Written by Thea Matthews
Review by Sarah Bethe Nelson
The natural world of botany creates a scientific boundary around these deeply confessional poems. Thea Matthews’s debut collection, Unearth [The Flowers], uses the Latin names for plant life to root the reader in lifespans that persist. The Latin names provide a musicality that establishes an earthbound rhythm of growth, destruction, and regeneration. In the first lines of “Prelude | Praeludium” Matthews says:
UNEARTH the abuse : repetition of bruising the spirit
the silence two o’clock in the morning
the mother in silence
the memories of a child
the child / mother stolen
the generations like weeds ossified
the apathy of those already dead with a pulse
the time said once more ssshhh… don’t tell no body
They alert us to the battle that will be fought. Here the rhythm is no nonsense, staccato, a call to arms. We hear the pulse. Unearth, is to dis-cover. Excavation, with its suggestion of the morbid, tells us to dig up the buried truths, to set the record straight. The “no body” teaches us to feel the invisibility of the abused, and places us inside her voiceless-ness. The no bodies also represent our dead, our ghosts, and our memories. Demons are dragged into the light of day, and even though they are terrible to look at, they are eventually rendered powerless. The fight is over and Matthews has won.
Growth and regeneration weigh heavy throughout the collection. The interplay between our physical bodies, the “boundaries” of our flesh, the shore, and the ethereal development of heart and mind crawl like vines among the battle to regain power after what feels like irreparable damage. Memories are as vicious as cacti thorns and as deadly as poisonous flowers. But in this world there are remedies to be found, a salve for wounds, leaves that comfort, and healing nutrients in the damp soil and warm sunlight.
In “Iris”, Matthews performs an autopsy of memory and emotion while delivering a scathing comment on the hypocrisy of religion in a country that values wealth and fame over all else. A place where children are the innocent victims and “will/ starve over-/ weight” while “others/ will die in/ denial/ more will die/ next to stran-/ gers respons-/ ible for/ excavat-/ ing little/ organs”. You can hear the drums crack in these fragmented lines.
The language, while stark and at times brutal, retains a lyrical quality, the imagery both horrifying and beautiful, the textures tangible. You feel and see the story vividly. The petals unfold into an unknown world, propelled by the laws of nature, laws that lie outside of the body’s power. The use of space on the page literally makes the reader breathe and prevents crowding the growing thing before their eyes. The spaces slow the tempo and build the tension.
In this collection the bull is called she, the flesh a boundary to the outside world like the shore stops the sea. It’s beneath the surface that salvation grows. The inner mirrors the outer: “as above so below/ as without so within” we are told in the opening lines of “Nopal Cactus.” It reads like an incantation, you almost hear the chorus singing it throughout the poems, reminding us how to fix our gaze, and how to steel ourselves for what is to be endured. It sets us up to grow anew, stronger and more resilient with every revolution.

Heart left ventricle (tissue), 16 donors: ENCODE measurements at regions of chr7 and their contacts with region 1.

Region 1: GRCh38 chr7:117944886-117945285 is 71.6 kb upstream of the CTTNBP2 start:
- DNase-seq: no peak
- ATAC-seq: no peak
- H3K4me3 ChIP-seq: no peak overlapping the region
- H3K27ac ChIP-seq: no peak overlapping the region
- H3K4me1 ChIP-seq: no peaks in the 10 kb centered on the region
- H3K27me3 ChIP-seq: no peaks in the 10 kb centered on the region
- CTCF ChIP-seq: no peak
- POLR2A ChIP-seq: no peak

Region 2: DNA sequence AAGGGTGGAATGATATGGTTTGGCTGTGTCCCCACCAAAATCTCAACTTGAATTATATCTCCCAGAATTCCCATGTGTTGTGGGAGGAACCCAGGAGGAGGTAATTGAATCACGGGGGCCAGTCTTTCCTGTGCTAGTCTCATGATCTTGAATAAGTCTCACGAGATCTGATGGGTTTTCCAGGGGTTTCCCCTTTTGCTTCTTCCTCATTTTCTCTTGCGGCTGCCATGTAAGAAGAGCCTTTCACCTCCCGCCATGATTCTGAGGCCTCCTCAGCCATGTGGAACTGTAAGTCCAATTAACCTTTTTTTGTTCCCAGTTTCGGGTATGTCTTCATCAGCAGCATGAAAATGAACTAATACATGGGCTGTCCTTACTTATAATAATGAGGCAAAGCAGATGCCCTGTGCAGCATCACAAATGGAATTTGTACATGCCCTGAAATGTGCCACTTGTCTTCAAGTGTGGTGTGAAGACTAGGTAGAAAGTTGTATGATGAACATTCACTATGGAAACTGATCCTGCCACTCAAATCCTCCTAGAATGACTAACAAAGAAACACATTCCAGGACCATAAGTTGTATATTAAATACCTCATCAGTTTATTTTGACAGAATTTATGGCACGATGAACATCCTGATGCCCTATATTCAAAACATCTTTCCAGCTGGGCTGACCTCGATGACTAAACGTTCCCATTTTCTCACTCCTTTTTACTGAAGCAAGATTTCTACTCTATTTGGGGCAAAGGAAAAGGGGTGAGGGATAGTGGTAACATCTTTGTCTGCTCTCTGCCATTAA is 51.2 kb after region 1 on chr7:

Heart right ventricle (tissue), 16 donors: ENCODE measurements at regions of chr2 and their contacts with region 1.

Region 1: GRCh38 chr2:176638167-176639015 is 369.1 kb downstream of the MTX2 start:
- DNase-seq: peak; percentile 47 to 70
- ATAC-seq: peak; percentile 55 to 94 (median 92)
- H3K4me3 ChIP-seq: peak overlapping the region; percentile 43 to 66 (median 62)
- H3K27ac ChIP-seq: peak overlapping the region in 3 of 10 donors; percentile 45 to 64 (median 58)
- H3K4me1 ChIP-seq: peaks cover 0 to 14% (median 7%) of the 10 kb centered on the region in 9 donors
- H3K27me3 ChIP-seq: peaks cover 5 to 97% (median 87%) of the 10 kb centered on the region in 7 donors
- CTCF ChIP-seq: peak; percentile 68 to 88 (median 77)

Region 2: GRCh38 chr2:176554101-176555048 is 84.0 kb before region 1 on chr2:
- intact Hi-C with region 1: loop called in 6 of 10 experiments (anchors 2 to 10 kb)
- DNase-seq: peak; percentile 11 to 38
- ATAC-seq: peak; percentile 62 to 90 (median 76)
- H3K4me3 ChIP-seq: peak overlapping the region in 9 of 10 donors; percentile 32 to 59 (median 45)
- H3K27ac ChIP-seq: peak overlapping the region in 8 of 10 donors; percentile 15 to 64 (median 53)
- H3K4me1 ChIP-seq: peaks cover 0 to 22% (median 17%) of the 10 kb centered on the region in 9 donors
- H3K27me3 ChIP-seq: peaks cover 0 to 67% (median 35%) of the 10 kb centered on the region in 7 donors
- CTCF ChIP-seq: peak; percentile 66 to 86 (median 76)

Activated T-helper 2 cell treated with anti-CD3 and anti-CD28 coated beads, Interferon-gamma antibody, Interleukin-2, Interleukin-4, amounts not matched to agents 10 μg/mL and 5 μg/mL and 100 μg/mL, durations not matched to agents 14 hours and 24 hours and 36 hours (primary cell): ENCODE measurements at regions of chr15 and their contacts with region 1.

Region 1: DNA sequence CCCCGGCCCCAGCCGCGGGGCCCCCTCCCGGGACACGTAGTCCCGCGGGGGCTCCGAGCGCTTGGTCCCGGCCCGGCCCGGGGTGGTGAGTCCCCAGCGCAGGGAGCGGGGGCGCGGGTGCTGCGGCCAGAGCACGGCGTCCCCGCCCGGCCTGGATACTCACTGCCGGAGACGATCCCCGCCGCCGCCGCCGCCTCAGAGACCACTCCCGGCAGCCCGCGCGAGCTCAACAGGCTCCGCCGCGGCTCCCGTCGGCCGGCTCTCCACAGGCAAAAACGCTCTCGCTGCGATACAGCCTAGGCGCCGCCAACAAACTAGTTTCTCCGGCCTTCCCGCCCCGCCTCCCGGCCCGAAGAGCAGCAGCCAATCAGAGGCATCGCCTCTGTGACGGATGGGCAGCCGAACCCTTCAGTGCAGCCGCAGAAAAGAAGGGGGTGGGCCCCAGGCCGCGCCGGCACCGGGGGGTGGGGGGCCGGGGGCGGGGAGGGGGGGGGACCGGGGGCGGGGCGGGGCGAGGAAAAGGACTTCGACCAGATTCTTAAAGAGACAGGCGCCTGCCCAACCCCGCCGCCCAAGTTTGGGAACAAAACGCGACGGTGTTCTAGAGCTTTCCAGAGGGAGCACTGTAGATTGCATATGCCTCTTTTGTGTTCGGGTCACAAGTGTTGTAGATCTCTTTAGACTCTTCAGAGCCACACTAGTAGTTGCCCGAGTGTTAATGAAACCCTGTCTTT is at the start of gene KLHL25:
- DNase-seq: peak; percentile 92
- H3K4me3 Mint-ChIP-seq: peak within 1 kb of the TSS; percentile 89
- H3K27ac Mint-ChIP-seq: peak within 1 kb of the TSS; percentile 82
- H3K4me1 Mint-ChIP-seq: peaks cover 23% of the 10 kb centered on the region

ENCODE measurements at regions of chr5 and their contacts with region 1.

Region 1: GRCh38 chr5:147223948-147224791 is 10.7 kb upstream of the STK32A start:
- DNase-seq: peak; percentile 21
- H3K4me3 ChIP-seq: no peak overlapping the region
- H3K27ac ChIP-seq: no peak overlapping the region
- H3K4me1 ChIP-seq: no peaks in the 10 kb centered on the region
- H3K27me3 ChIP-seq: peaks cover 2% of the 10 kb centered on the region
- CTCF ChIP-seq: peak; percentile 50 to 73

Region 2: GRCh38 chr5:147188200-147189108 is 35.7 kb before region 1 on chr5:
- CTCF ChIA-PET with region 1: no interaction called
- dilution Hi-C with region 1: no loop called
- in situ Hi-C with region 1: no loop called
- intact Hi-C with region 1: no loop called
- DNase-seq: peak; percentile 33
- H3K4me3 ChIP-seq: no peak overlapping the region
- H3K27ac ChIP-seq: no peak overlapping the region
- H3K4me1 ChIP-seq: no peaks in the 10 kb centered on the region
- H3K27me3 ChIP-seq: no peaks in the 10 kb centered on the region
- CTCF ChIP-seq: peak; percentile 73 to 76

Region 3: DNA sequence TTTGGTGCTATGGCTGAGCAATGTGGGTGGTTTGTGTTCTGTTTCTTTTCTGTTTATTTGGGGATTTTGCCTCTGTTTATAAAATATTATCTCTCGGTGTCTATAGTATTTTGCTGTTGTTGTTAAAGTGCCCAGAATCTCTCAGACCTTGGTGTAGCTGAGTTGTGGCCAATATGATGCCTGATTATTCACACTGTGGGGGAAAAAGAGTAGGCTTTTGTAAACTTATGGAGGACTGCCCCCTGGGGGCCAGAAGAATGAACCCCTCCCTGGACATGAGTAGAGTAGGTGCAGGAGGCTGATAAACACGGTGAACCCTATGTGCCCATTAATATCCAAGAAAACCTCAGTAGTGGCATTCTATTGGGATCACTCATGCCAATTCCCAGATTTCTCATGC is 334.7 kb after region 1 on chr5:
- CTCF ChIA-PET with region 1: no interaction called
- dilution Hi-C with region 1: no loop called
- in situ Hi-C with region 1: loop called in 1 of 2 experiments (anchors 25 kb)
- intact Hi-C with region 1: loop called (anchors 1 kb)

We come to see that our trials and fears are the perennials. Are we replanting and cultivating our pain over and over, year after year? Our lives, our stories, what we create, are the annuals. There are seasons for our pain but seasons do end. Our bodies and souls regrow with the passing of time. This truth, Matthews seems to be saying, is an eternal one.
When we reach the annuals the rhythm shifts noticeably. The pace steadies and breathes, no longer fighting. In the midst of the eternally recurring we register the pulse of Matthews’s voice. Somehow “kill” rhymes with “healed” and we have reached momentum. The scars show but the battle and the mourning are over. In all of their quiet power and glory, the leaves unfurl.
There are moments during reading Unearth [The Flowers] when you feel how tightly Matthews holds these poems, her cards still very close to her chest. You wonder if what seems to be strict sequencing in order to control the reader’s emotional response could have been loosened to allow the poems to fully blaze and stun. Could they have grown more wild if not contained so closely? It’s possible, but for now I choose to trust Matthews’s vision, her tremendous strength, her devastating honesty, and the beauty of her words, each one a living thing reaching far into the Earth and stretching ever upward to the clear and healing light.
Unearth [The Flowers] is available for pre-order now through Red Light Lit.
Sarah Bethe Nelson is a poet, songwriter, and musician living in San Francisco. You can read her poetry collection, Illuminate The Ruins, which is available on Amazon. Or listen to her three albums Fast-Moving Clouds, Oh, Evolution, and Weird Glow (released by Burger Records) on Spotify, iTunes, or Bandcamp. Her book and music are also available at sarahbethenelson.com.